From: Beman Dawes (bdawes_at_[hidden])
Date: 2003-06-26 18:15:11
At 07:35 AM 6/26/2003, Matt Hurd wrote:
>"Is my work a derivate work?", I guess is the gist of the question. How
>do you firewall it? Does a contract with a third party need to address
>the boundary of boost code (which maybe modified and embedded or not)
>and the proprietary code.
Serious answers to those questions are way too complex for an email reply.
I'm not qualified in any case. Your best bet is to buy a book on the topic.
Perhaps "Copyright Your Software" by Stephen Fishman. See
(I haven't read it. I've got an older book, How to Copyright Software" by
MJ Salone, from the same publisher, but it is now out-of-print. It is
available used on Amazon.)
>If I have the desire to license source code, which uses boost code, to a
>third party, on the basis that my code may not be redistributed then
>this statement confuses the issue if I am a derivative work.
>For example, I build a risk system for an asset manager. I use some
>boost, perhaps modified. I include the license as required... and I get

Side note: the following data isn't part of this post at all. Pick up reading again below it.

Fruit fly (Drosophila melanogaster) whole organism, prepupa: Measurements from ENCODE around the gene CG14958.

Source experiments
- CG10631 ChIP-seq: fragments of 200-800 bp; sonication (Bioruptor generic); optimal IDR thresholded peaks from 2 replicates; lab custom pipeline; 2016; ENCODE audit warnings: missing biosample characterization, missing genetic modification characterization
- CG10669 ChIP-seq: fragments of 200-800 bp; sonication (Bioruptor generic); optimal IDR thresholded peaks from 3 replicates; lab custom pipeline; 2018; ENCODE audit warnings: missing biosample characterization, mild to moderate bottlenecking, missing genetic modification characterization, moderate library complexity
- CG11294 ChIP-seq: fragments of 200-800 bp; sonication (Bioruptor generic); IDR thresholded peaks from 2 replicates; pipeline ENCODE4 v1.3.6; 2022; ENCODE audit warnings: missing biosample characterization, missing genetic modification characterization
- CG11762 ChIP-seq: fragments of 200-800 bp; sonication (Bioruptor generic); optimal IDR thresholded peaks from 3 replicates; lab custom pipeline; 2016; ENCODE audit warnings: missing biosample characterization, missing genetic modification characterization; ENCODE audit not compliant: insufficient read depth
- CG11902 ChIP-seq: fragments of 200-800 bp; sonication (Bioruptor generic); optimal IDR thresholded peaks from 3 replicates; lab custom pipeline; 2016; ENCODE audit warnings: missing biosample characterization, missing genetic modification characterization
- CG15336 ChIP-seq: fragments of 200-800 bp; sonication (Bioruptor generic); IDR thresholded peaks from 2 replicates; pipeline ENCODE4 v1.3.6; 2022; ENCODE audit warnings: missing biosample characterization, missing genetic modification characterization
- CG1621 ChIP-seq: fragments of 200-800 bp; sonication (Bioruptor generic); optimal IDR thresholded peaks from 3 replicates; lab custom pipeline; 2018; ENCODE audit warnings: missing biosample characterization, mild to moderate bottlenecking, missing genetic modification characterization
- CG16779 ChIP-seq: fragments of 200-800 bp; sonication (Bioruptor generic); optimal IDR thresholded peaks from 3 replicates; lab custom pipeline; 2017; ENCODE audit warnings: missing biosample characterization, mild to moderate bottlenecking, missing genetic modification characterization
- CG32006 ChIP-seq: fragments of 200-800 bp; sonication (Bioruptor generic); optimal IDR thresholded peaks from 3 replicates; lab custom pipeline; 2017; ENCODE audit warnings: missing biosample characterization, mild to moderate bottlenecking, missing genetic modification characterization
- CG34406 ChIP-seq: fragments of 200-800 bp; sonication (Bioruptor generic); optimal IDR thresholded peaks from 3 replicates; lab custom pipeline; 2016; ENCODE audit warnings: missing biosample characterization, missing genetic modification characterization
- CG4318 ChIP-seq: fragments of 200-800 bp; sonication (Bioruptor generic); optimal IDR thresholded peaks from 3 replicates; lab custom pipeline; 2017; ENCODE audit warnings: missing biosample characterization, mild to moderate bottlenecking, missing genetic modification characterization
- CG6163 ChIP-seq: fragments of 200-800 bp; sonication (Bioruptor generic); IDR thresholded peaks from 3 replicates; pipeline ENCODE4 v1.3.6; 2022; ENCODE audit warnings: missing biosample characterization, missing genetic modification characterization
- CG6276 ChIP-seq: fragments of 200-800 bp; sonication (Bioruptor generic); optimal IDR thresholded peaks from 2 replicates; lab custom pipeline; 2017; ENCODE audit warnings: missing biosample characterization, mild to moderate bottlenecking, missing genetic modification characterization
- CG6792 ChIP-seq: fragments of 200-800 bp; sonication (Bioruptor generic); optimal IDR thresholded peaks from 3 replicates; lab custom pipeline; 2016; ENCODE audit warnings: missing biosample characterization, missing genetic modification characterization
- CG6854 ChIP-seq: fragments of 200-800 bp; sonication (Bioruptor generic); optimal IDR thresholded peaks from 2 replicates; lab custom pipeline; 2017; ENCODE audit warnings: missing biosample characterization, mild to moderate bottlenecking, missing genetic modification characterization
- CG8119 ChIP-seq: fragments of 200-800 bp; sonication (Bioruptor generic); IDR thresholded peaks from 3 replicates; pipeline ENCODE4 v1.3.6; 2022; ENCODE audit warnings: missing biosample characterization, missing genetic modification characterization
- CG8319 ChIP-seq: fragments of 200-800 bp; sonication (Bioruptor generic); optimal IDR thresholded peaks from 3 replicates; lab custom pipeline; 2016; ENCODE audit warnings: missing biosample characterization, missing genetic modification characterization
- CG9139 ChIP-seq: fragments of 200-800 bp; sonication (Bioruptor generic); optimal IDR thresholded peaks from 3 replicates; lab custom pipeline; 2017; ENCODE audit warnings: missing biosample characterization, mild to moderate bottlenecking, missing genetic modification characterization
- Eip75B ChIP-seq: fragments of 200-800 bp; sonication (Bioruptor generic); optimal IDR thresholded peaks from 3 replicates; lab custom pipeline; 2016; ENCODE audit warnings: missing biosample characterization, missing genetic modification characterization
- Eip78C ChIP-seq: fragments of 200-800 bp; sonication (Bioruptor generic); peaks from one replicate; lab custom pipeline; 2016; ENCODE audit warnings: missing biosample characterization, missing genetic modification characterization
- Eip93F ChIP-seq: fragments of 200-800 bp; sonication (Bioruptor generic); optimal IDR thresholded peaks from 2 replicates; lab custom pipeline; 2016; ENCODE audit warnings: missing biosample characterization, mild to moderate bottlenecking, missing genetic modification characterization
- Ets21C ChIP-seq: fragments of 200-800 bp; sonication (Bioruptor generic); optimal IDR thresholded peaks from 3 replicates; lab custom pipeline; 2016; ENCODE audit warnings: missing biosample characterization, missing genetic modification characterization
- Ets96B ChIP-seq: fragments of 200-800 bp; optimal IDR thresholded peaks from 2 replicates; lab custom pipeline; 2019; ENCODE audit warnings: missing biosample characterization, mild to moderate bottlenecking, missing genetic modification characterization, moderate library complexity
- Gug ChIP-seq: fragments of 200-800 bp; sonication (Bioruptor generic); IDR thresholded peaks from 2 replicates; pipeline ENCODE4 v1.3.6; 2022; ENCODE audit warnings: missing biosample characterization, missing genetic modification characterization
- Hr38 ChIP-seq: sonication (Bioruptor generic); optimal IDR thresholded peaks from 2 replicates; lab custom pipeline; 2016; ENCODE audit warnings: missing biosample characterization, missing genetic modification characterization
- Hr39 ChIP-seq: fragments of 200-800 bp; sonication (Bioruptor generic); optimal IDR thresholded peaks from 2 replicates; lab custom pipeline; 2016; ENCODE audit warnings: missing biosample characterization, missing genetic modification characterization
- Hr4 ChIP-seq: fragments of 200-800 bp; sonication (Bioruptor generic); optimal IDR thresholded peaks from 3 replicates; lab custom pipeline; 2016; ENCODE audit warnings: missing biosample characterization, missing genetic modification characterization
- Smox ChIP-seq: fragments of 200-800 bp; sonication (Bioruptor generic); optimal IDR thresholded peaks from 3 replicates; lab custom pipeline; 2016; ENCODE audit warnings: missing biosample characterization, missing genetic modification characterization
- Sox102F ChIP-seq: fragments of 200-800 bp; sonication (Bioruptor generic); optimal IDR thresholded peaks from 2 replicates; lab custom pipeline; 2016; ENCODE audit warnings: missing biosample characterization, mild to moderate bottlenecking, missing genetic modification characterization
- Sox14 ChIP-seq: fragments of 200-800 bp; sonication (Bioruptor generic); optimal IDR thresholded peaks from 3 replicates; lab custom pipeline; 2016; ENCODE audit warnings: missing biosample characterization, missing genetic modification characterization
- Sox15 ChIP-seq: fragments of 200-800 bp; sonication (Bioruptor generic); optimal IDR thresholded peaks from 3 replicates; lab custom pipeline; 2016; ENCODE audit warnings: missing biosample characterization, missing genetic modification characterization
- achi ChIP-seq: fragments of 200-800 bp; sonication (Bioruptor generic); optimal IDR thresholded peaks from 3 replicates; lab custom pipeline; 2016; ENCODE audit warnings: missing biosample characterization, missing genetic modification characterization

>confused trying to separate the consequences in a contract with the
>third party. I had one such messy contract that took over a year to
>resolve to mutual agreement :-(
>Perhaps this is a non issue as the issue may exist for alternative
I think other licenses have the same problem. I ran into it years before
Boost, and solved it by keeping the open-source code clearly separated from
the proprietary (and actually delivered on separate disks, to emphasize the
difference.) The proprietary code used the open-source code, but was not
derived from the open-source code. Use is one thing, derivation is
>PS: does #include <boost/any_old_header.hpp> make you a derived work?
No. That is use, but not derivation. But if instead of #include, you pasted
in a legally significant portion of <boost/any_old_header.hpp>, that would
make your program a derived work. Note that if you pasted in code from
several sources, your code might become a derived work of each of those
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